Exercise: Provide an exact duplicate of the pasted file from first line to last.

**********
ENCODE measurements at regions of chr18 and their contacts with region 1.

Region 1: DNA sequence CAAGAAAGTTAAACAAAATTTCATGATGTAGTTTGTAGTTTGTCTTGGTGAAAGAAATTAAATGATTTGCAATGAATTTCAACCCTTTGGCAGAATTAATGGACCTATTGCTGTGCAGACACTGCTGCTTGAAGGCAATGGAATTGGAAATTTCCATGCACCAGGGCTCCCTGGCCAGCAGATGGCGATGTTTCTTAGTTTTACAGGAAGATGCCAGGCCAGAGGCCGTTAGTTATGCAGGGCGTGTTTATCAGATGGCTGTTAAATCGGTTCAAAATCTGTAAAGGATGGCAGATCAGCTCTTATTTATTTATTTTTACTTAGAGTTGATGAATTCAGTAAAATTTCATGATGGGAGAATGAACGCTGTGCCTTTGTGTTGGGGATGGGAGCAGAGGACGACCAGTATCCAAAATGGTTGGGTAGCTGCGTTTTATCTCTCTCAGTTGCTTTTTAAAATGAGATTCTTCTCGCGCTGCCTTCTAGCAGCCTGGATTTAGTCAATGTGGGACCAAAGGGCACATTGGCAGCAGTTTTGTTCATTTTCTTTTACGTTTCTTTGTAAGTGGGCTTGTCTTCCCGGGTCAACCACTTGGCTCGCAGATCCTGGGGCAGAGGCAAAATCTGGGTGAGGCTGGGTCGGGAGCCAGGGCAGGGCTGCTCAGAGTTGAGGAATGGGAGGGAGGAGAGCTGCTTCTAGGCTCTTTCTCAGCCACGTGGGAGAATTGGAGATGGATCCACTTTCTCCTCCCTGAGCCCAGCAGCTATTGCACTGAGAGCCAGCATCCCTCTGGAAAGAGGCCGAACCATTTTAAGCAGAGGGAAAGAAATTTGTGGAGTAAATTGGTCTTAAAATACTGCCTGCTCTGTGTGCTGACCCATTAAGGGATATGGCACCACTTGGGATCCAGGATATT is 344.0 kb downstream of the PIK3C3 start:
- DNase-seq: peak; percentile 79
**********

ENCODE measurements at regions of chr18 and their contacts with region 1.

Region 1: DNA sequence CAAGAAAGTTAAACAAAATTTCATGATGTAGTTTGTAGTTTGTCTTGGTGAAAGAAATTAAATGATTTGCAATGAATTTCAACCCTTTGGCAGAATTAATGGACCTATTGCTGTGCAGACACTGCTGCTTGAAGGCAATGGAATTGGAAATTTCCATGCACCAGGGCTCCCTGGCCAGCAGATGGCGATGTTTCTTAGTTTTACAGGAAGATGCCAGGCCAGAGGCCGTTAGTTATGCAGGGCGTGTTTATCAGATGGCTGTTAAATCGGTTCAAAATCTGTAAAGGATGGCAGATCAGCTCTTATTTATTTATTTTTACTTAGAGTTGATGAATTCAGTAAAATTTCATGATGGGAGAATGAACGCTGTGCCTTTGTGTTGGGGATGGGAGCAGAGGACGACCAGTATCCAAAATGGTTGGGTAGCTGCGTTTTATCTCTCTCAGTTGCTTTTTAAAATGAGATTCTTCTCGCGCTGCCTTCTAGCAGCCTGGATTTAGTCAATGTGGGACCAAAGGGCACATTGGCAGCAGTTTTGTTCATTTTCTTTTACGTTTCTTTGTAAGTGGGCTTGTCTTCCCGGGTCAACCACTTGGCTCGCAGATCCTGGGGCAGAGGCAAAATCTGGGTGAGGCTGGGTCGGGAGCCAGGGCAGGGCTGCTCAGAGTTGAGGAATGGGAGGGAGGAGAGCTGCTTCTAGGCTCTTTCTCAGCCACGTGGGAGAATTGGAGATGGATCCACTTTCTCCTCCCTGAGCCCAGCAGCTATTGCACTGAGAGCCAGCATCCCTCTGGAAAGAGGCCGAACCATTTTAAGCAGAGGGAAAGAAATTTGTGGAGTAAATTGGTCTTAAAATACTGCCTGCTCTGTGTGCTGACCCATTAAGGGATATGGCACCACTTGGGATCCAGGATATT is 344.0 kb downstream of the PIK3C3 start:
- DNase-seq: peak; percentile 79